The separateness and connection of individuals is perhaps the central question of human life: What, exactly, is my individuality? To what degree is it unique? To what degree can it be shared, and how? To the many philosophical and literary speculations about these topics over time, modern science has added the curious twist of quantum theory, which requires that the elementary particles of which everything consists have no individuality at all. All aspects of chemistry depend on this lack of individuality, as do many branches of physics. From where, then, does our individuality come?In Seeing Double, Peter Pesic invites readers to explore this intriguing set of questions. He draws on literary and historical examples that open the mind (from Homer to Martin Guerre to Kafka), philosophical analyses that have helped to make our thinking and speech more precise, and scientific work that has enabled us to characterize the phenomena of nature. Though he does not try to be all-inclusive, Pesic presents a broad range of ideas, building toward a specific point of view: that the crux of modern quantum theory is its clash with our ordinary concept of individuality. This represents a departure from the usual understanding of quantum theory. Pesic argues that what is bizarre about quantum theory becomes more intelligible as we reconsider what we mean by individuality and identity in ordinary experience. In turn, quantum identity opens a new perspective on us.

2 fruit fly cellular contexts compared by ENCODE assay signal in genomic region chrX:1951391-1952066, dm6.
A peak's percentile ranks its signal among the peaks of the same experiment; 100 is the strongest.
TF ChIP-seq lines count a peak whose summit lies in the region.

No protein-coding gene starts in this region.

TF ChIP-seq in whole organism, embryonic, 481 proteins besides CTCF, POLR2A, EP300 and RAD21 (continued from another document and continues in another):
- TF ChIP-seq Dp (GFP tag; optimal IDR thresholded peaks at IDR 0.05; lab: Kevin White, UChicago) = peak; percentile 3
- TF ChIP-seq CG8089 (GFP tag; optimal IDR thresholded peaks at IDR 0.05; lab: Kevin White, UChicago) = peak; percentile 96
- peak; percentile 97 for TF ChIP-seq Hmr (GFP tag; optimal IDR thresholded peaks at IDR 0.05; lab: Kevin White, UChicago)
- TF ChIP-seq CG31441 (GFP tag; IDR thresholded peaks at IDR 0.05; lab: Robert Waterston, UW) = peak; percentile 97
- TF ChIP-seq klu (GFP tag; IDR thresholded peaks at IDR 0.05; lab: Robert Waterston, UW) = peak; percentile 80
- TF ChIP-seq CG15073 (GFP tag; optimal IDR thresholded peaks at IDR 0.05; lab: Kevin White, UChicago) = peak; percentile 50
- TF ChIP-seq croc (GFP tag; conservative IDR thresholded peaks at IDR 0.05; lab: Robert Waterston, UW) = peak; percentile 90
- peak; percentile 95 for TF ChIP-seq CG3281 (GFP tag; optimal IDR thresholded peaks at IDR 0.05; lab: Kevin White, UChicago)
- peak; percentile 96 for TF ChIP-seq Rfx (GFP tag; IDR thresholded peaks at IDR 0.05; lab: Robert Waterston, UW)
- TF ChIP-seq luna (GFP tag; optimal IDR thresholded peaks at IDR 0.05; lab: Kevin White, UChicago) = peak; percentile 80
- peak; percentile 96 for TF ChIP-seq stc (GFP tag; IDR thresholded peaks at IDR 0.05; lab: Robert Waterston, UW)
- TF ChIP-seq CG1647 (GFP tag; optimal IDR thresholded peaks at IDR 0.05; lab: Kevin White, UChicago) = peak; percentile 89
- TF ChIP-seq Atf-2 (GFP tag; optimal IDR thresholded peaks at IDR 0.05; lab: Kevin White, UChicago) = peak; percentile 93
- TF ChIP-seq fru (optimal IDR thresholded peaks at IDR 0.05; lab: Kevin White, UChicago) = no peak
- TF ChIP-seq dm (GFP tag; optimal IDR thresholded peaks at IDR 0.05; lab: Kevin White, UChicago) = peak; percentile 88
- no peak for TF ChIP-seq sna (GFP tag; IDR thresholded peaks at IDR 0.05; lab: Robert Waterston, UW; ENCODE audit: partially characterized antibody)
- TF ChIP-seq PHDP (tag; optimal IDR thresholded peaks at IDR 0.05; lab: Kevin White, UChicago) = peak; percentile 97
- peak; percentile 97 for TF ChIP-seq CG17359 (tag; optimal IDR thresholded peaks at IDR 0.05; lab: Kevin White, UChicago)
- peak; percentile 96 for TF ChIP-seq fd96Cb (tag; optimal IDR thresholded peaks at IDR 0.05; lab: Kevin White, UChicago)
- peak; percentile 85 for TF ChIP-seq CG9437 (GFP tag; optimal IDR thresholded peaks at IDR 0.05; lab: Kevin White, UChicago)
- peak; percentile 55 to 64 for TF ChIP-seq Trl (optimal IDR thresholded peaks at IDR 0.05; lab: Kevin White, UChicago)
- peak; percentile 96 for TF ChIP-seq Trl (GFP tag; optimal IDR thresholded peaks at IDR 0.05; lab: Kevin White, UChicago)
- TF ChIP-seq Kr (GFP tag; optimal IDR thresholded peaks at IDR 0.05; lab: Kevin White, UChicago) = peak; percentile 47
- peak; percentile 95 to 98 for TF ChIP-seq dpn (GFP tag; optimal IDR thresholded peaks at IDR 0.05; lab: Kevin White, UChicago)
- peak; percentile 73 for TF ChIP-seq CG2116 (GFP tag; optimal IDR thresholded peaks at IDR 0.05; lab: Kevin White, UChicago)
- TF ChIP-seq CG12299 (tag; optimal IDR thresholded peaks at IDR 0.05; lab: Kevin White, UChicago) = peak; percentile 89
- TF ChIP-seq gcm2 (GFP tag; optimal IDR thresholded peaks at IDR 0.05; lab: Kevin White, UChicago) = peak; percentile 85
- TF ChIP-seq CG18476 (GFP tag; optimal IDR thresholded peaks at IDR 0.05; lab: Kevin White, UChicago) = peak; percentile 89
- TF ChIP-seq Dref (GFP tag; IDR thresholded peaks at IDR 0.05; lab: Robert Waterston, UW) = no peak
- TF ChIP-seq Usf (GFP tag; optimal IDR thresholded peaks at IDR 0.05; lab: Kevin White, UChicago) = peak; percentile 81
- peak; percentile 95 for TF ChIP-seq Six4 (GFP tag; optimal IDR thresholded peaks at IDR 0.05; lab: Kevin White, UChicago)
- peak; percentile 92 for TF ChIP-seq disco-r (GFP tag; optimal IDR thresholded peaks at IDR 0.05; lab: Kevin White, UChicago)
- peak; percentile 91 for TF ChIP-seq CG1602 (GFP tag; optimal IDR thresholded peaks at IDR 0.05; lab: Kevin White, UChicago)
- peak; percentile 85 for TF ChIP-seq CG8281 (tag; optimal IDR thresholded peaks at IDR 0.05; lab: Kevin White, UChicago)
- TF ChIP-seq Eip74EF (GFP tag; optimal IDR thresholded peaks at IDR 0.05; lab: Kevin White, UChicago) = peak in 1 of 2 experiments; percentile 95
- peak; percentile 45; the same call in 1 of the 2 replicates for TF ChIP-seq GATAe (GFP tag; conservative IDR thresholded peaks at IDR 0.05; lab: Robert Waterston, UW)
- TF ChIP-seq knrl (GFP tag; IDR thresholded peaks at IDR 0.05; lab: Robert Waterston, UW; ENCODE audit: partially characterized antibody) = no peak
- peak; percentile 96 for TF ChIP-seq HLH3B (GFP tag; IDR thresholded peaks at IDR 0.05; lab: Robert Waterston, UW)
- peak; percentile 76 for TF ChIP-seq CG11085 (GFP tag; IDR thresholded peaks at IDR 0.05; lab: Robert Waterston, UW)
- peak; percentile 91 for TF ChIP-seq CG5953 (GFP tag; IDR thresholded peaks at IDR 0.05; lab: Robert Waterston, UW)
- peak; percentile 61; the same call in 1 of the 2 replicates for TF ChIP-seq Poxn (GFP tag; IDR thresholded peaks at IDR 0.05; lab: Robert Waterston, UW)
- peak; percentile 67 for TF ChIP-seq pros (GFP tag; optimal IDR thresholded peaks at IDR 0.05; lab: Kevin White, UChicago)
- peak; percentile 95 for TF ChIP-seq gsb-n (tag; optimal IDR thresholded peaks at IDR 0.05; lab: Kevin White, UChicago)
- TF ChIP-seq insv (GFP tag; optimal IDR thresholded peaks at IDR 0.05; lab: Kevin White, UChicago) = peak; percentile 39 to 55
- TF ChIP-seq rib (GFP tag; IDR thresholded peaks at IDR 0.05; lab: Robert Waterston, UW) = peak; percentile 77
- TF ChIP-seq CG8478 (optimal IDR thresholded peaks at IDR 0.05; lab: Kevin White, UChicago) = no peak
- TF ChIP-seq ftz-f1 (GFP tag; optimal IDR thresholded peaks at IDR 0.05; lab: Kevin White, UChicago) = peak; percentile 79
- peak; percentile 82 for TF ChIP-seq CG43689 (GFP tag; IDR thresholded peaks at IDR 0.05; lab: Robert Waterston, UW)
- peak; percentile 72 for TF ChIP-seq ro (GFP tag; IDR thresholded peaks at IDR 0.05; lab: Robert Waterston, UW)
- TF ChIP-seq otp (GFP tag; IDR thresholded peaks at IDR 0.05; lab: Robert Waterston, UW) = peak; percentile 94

About the Author
Peter Pesic, writer, pianist, and scholar, is Director of the Science Institute and Musician-in-Residence at St. John’s College, Santa Fe. He is the author of Abel’s Proof: An Essay on the Sources and Meaning of Mathematical Unsolvability; Seeing Double: Shared Identities in Physics, Philosophy, and Literature; Sky in a Bottle; and Music and the Making of Modern Science, all published by the MIT Press.
—Abhay Ashtekar, Director, Center for Gravitational Physics and Geometry, and Eberly Professor of Physics, Pennsylvania State University
—Jorge J. E. Gracia, Samuel P. Capen Chair and SUNY Distinguished Professor, Department of Philosophy, State University of New York at Buffalo
—George E. Smith, Dibner Institute for the History of Science and Technology, Massachusetts Institute of Technology, and Department of Philosophy, Tufts University
—Gerald Holton, Harvard University
—Gerald Holton, Mallinckrodt Professor of Physics and Professor of History of Science, Emeritus, Harvard University